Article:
Handling missing data through prevention strategies in self-administered questionnaires: a discussion paper
Evidence and practice    

Handling missing data through prevention strategies in self-administered questionnaires: a discussion paper

Li-Anne Audet PhD candidate, Ingram School of Nursing, McGill University, Montreal, Quebec, Canada
Michèle Desmarais PhD candidate, Ingram School of Nursing, McGill University, Montreal, Quebec, Canada
Émilie Gosselin Assistant professor, Faculty of Medicine and Health Sciences, University of Sherbrooke, Sherbrooke, Quebec, Canada

Why you should read this article:
  • To avoid bias in analysis, interpretation and generalisability of findings that can occur from missing data when using self-administered questionnaires

  • To develop strategies to prevent missing data in self-administered questionnaires

  • To understand the methodological and statistical considerations underlying the use of prevention strategies in quantitative studies

Background Self-administered questionnaires are efficient and low-cost ways of collecting data with wide cohorts. Nonetheless, their use in studies can result in a high occurrence of missing data, which can affect the statistical power, representativeness and generalisability of the findings. Imputation methods have been considered efficient statistical techniques for managing missing data. However, they have also been associated with limits, such as the risk of under-estimation of the effect, lower statistical power and decrease of correlation among variables. Recent studies have highlighted the importance of using prevention strategies to avoid missing data before the data are analysed.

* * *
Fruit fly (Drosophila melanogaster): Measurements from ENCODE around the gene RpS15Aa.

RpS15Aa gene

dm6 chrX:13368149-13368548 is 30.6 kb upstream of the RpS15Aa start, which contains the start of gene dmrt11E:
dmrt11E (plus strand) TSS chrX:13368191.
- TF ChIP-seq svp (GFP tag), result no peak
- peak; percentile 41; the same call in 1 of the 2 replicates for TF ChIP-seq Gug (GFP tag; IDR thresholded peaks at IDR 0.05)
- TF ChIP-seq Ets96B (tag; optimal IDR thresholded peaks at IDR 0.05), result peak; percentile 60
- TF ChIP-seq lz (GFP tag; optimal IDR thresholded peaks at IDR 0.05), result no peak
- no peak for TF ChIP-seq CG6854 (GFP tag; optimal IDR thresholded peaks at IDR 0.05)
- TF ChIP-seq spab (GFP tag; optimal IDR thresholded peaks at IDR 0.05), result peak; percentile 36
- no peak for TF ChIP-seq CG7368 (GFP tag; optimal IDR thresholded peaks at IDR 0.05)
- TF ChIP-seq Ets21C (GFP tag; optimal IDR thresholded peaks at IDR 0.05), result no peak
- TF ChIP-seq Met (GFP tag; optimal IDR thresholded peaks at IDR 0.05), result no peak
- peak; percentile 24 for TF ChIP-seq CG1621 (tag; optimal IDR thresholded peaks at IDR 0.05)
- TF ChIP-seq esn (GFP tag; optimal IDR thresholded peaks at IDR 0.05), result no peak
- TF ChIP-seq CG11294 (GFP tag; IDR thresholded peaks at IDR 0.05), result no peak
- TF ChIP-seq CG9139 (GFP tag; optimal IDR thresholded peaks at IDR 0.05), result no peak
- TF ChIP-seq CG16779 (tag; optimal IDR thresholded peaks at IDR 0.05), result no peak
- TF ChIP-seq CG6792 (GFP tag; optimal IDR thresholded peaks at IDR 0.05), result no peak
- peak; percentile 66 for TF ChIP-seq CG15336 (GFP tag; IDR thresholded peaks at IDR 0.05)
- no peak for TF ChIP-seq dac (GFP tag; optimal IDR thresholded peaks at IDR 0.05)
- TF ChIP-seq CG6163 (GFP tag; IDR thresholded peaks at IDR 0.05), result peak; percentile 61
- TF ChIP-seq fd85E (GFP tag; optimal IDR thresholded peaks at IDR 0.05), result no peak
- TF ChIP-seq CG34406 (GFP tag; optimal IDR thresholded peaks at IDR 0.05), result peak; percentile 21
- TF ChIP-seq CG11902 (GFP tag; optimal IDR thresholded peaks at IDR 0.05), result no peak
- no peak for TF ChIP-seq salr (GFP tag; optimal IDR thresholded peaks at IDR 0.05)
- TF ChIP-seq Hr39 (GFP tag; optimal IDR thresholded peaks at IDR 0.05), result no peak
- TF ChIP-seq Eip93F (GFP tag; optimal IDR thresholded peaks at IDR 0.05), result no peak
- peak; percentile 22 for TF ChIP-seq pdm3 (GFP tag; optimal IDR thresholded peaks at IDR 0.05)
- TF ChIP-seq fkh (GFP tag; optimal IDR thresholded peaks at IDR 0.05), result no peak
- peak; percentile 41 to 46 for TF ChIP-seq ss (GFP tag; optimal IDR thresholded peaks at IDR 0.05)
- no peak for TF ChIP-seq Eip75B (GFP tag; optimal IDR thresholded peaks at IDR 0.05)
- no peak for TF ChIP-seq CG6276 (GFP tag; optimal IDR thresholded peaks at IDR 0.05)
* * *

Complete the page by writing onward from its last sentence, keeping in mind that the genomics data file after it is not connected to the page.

Aim To identify strategies for preventing the occurrence of missing data and to discuss their effects, as well as their methodological and statistical considerations.

Discussion The article discusses prevention strategies related to the administration format and follow-up and reminders. Strategies such as the use of electronic tablets, email and telephone reminders are associated with lower rates of missing data in self-administered questionnaires. However, methodological and statistical limits, including the absence of a comparison group and statistical validation of the reported results, limits the capacity to establish robust consensus.

Conclusion Prevention strategies represent relevant and feasible avenues for handling missing data in a wide range of clinical, nursing and epidemiological research. More projects based on robust design are needed to ensure accurate and reliable data are collected from patients, families, communities and clinicians.

Implications for practice It is important for clinicians and nurses to understand the phenomenon of missing data and the strategies available to prevent missing data, to collect data representing the patients’ and families’ perspectives and experiences.

Nurse Researcher. 30, 3, 9-18. doi: 10.7748/nr.2022.e1835

Correspondence

li-anne.audet@mail.mcgill.ca

Peer review

This article has been subject to external double-blind peer review and checked for plagiarism using automated software

Conflict of interest

Li-Anne Audet holds doctoral scholarships from the Fonds de recherche du Québec – santé, as well as from the Ordre des infirmières et infirmiers du Québec and the Réseau de recherche en interventions en sciences infirmières du Québec. Michèle Desmarais holds doctoral scholarships from the Ordre des infirmières et infirmiers du Québec, the International Association for Human Caring, and the Réseau de recherche en interventions en sciences infirmières du Québec No funding sources were involved in the study

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